16. Gorodnitsky, Irina F. and Rao, Bhaskar D. (1997, March). Sparse Signal Reconstruction from Limited Data using FOCUSS: a Re-weighted Minimum Norm Algorithm. IEEE Transactions on Signal Processing, 45(3),
  17. Hefferon, Jim. (2011). Linear Algebra. [Copyright: cc-by-sa, URL:joshua.smcvt.edu]. Virginia Commonwealth Univeristy Mathematics Textbook Series.
  18. Hassanieh, Haitham and Indyk, Piotr and Katabi, Dina and Price, Eric. (2012). Nearly Optimal Sparse Fourier Transform. arXiv:1201.2501v1 [cs.DS] 12 Jan 2012.
  19. Lawson, C. L. and Hanson, R. J. (1974). Solving Least Squares Problems. [Second edition by SIAM in 1987]. Inglewood Cliffs, NJ: Prentice-Hall.
  20. Luenberger, D. G. (2008). Introduction to Linear and Nonlinear Programming. (Third). Springer.
  21. Luenberger, D. G. (1969, 1997). Optimization by Vector Space Methods. New York: John Wiley & Sons.
  22. Moler, Cleve and Little, John and Bangert, Steve. (1989). Matlab User's Guide. South Natick, MA: The MathWorks, Inc.
  23. Moler, Cleve. (2008). Numerical Computing with MATLAB. [available: http://www.mathworks.com/moler/]. South Natick, MA: The MathWorks, Inc.
  24. Moore, E. H. (1920). On the Reciprocal of the General Algebraic Matrix. Bulletin of the AMS, 26, 394–395.
  25. Neumaier, A. (1998). Solving ill-conditioned and singular linear systems: A Tutorial on Regularization. [available: http://www.mat.univie.ac.at/ neum/]. SIAM Reiview, 40, 636–666.
  26. Oden, J. Tinsley and Demkowicz, Leszek F. (1996). Applied Functional Analysis. Boca Raton: CRC Press.
  27. Penrose, R. (1955). A Generalized Inverse for Matrices. Proc. Cambridge Phil. Soc., 51, 406–413.
  28. Penrose, R. (1955). On best Approximate Solutions of Linear Matrix Equations. Proc. Cambridge Phil. Soc., 52, 17–19.
  29. Rao, C. R. and Mitra, S. K. (1971). Generalized Inverse of Matrices and its Applications. New York: John Wiley & Sons.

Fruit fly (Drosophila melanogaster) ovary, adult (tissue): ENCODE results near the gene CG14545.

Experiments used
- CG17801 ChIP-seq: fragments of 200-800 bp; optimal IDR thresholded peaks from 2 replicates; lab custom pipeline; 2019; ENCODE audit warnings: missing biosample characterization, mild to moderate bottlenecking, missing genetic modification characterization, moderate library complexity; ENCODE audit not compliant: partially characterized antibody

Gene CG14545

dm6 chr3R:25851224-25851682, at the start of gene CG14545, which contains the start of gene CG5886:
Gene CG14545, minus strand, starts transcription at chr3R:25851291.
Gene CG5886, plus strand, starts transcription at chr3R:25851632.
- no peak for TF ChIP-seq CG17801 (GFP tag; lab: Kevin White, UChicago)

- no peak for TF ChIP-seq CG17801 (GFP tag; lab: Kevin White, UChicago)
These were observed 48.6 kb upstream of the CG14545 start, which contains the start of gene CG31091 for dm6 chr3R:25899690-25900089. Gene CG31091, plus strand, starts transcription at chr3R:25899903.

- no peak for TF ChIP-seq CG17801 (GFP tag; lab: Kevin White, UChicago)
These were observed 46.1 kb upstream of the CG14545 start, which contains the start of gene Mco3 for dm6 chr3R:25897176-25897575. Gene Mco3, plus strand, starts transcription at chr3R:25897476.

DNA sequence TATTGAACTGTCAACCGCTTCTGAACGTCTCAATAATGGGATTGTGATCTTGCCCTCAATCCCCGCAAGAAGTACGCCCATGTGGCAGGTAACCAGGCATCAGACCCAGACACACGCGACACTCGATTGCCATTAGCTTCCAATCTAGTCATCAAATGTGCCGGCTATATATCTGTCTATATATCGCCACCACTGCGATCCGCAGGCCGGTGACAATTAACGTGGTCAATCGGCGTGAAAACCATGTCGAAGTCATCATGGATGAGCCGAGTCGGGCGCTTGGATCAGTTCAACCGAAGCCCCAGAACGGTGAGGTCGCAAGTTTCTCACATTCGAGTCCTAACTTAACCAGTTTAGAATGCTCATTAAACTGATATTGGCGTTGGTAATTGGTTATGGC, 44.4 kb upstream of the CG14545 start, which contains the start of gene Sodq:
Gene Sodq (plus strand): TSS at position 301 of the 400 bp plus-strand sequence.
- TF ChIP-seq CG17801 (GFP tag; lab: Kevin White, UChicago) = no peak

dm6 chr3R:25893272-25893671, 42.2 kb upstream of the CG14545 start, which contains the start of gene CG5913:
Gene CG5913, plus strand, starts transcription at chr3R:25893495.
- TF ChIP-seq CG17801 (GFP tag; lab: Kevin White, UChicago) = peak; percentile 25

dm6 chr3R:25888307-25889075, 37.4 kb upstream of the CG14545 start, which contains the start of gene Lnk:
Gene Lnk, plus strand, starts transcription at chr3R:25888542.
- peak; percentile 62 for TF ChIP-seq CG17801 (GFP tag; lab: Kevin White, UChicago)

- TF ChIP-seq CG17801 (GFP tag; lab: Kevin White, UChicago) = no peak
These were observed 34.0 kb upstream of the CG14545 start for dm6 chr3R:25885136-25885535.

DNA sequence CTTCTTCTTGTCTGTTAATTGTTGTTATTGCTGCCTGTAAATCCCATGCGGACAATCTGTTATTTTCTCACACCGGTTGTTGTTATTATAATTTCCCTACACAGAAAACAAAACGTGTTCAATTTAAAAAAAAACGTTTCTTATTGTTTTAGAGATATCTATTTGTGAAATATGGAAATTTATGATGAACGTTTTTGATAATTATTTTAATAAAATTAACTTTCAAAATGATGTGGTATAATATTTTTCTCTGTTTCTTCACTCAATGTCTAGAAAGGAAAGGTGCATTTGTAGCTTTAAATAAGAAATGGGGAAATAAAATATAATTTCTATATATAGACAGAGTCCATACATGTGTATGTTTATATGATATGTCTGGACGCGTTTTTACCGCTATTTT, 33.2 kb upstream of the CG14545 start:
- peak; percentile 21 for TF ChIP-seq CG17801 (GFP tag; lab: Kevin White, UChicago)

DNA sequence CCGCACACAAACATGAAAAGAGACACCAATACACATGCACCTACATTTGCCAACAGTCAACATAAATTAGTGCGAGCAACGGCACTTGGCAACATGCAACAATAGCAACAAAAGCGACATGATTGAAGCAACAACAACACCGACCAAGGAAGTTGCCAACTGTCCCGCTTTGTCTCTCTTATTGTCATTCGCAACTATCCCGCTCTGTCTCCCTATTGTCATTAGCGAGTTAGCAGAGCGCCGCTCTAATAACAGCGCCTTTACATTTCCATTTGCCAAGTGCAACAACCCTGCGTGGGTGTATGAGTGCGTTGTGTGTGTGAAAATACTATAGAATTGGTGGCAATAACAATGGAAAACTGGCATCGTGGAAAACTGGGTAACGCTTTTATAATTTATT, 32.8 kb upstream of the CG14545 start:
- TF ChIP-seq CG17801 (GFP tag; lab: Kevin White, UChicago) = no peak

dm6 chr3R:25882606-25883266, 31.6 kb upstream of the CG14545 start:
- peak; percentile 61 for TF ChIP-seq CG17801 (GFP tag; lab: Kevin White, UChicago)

30. Riesz, Frigyes and Sz.–Nagy, Béla. (1955). Functional Analysis. New York: Dover.
  31. Selesnick, Ivan. (2012, May). Introduction to Sparsity in Signal Processing. [Available: http://cnx.org/content/m43545/latest/]. Connexions Web Site.
  32. Selesnick, Ivan W. and Lang, Markus and Burrus, C. Sidney. (1996, August). Constrained Least Square Design of FIR Filters without Explicitly Specified Transition Bands. IEEE Transactions on Signal Processing, 44(8), 1879–1892.
  33. Strang, Gilbert. (1986). Introduction to Linear Algebra. [4th Edition, 2009]. New York: Wellesley Cambridge.
  34. Vargas, Ricardo and Burrus, C. Sidney. (2012). Iterative Design of Digital Filters. [arXiv:1207.4526v1 [cs.IT] July 19, 2012]. arXiv.
  35. Young, R. M. (1980). An Introduction to Nonharmonic Fourier Series. New York: Academic Press.

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Definition of a lens

Lenses

A lens is a custom view of the content in the repository. You can think of it as a fancy kind of list that will let you see content through the eyes of organizations and people you trust.

What is in a lens?

Lens makers point to materials (modules and collections), creating a guide that includes their own comments and descriptive tags about the content.

Who can create a lens?

Any individual member, a community, or a respected organization.

What are tags? tag icon

Tags are descriptors added by lens makers to help label content, attaching a vocabulary that is meaningful in the context of the lens.

| External bookmarks

Module to:

My Favorites (?)

'My Favorites' is a special kind of lens which you can use to bookmark modules and collections. 'My Favorites' can only be seen by you, and collections saved in 'My Favorites' can remember the last module you were on. You need an account to use 'My Favorites'.

| A lens I own (?)

Definition of a lens

Lenses

A lens is a custom view of the content in the repository. You can think of it as a fancy kind of list that will let you see content through the eyes of organizations and people you trust.

What is in a lens?

Lens makers point to materials (modules and collections), creating a guide that includes their own comments and descriptive tags about the content.

Who can create a lens?

Any individual member, a community, or a respected organization.

What are tags? tag icon

Tags are descriptors added by lens makers to help label content, attaching a vocabulary that is meaningful in the context of the lens.

| External bookmarks